Magnet Therapy: Though MS can be exacerbated by electromagnetic fields (EMFs), magnet therapy that employs weak pulsed magnetic fields can be very helpful in soothing MS symptoms. Among the MS symptoms that are improved by pulsed magnet therapy are alexia, bladder incontinence, fatigue, and spasticity.
Mind Body Medicine: Mind/body medicine can help MS patients cope with stress, which can significantly increase MS symptoms. Mind/body approaches can be as simple as taking a short, restful nap each day or breathing deeply through the belly periodically for five to ten minutes at a time. Other useful mind/body medicine techniques include biofeedback, guided imagery and visualization, hypnosis, and meditation.
Nutritional Supplements: Proper nutritional supplementation is essential for MS patients. This includes supplementing with essential fatty acids, especially omega-3 oils such as alpha-linolenic acid (ALA), docosahexaenoic acid (DHA), eicosapentaenoic acid (EPA), evening primrose oil, and flaxseeds and flaxseed oil.
Many holistic physicians also recommend oil instillation in conjunction with a chamomile enema. The purpose of the enema, which involves taking chamomile tea into the lower bowel via an enema bag, is to clean out the colon and to relax the intestinal muscles, which can often spasm in cases of MS. Following the enema, 3 tablespoons of either organic, cold-pressed flax, sunflower, or walnut oil is inserted into the colon using a syringe tipped with a catheter. This enables the body to quickly absorb the essential fatty acids the oil contains through the intestinal walls. For best results, both the enema and oil instillation should be administered each night for three weeks. Afterwards, the dose can be reduced to 1 1/2 to 2 teaspoons and can be administered three times a week.
In addition to essential fatty acids, the following nutrients are also recommended for MS patients: beta-carotene and carotenoids; bioflavonoids; B-complex vitamins, along with vitamin B1, B3, B5, B6, and B12; vitamin C; vitamin D; vitamin E; folic acid; calcium AEP; coenzyme Q10 (CoQ10); magnesium; selenium; and zinc. Other helpful supplements include alpha lipoic acid; aspartic acid; dimethylsulfoxide (DMSO); gamma-aminobutyric acid (GABA); glutamic acid; glycine; methylsufonylmethane (MSM); and the amino acids carnitine, choline, cysteine, glutathione, and methione.
5-HTP (5-hydroxy-tryptophan), which aids in the body's production of the hormones melatonin and serotonin, is also recommended for MS patients.
Action Plan for Miltiple Sclerosis:
Multiple Sclerosis Treatment
MS Treatment: When The Body Fights Against Itself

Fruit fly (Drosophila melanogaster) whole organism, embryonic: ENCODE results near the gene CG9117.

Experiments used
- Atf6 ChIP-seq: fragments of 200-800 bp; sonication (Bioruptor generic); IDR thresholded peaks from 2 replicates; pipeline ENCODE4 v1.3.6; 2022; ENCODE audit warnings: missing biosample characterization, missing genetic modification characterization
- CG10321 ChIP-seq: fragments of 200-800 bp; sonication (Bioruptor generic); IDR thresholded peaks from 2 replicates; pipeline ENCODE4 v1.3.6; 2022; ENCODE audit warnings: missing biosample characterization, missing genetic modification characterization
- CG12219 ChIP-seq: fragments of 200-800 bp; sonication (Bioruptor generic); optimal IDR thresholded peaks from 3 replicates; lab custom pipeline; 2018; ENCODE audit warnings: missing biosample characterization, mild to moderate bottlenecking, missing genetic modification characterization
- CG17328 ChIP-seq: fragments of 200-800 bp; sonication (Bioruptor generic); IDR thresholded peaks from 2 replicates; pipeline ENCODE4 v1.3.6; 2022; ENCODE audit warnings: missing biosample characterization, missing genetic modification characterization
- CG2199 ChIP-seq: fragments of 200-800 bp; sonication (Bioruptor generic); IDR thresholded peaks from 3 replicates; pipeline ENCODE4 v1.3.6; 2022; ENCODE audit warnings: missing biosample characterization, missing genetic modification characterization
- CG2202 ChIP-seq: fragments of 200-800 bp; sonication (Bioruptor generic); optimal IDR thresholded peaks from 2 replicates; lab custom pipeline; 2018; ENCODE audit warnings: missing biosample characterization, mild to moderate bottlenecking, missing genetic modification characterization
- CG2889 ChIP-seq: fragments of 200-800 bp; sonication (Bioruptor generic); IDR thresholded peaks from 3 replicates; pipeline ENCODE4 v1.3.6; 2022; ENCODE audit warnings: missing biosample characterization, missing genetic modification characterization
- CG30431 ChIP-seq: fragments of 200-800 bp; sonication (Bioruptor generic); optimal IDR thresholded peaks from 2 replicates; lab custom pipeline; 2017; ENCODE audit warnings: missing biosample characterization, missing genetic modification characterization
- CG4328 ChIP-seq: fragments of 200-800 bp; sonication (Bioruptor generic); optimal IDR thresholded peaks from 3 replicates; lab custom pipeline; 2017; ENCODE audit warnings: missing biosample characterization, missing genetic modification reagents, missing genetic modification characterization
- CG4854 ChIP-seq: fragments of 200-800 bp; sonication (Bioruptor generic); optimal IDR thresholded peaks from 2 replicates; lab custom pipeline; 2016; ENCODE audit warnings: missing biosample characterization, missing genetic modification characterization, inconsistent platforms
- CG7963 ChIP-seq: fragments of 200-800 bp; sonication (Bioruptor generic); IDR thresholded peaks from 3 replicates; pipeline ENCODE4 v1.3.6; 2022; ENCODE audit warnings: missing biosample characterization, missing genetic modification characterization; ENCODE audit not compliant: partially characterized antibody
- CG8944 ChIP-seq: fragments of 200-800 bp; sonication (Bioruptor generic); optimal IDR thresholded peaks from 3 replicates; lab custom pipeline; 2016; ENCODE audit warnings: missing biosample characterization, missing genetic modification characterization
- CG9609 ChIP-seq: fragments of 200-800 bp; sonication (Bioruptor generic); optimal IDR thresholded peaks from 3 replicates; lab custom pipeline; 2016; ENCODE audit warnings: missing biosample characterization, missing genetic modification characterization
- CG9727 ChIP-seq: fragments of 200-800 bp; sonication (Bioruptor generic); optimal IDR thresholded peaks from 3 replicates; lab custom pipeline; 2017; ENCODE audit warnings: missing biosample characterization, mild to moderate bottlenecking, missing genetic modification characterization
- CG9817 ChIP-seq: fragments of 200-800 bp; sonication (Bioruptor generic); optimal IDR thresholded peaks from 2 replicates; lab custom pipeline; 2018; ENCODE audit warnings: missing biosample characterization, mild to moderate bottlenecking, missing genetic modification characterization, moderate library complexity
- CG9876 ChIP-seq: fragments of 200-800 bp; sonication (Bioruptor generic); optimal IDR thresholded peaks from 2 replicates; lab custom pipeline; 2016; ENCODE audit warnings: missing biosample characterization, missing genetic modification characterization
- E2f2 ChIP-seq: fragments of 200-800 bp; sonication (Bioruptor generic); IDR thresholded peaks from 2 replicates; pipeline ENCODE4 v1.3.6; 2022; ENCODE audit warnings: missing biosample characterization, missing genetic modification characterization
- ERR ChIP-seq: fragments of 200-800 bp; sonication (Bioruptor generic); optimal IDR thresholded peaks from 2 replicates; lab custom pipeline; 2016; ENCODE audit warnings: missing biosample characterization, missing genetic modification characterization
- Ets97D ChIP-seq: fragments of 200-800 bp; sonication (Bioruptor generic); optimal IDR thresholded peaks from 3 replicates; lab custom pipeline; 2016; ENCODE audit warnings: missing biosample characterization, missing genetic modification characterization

The Sum is Equal to the Whole: Individualizing MS Treatment
Mobility Matters: Assisted Devices for People with MS
The Buzz About Bee Venom Therapy for MS and Arthritis
Beyond Just Tired: Figuring Out MS-Related Fatigue
Let There Be Light
Yoga Matters: Exercise for MS
A Quicker Predictor for MS
Cognitive Impairment in Multiple Sclerosis
Cracking the Clinical Trials Code
What's Happening to Me?: Invisible MS
Unraveling the Mystery of Autoimmunity
Epstein-Barr Virus: Does It Increase the Risk for MS?
Multiple Sclerosis Treatment By: Dina A. Jacobs, MD & Steven L. Galetta, MD
What's the Best Way to Stay Healthy and Avoid Attacks?
There are several things you can do to feel better if you have MS. First, try to avoid the triggers that make you feel worse. Although heat does not further damage the nervous system, it may bring out old symptoms that you haven't had in a while, as well as deplete your energy levels. As such, it is generally a good idea to avoid overexerting yourself on hot and humid days and stay as cool as possible in the summer months. While taking hot showers or baths will not cause damage to your nervous system, the previously damaged neurons do not function quite as efficiently while your body temperature is up, thus making you notice your old symptoms, such as weakness and visual problems.
Good sleep habits
It is extremely important to develop good sleep habits. While none of us does well with sleep-deprivation, it is particularly important in people with MS, because it may affect how well you function the next day. While not proven to cause MS flares in general, sleep-deprivation, getting run down, and stress may affect how your body's immune system works in ways we don't yet understand.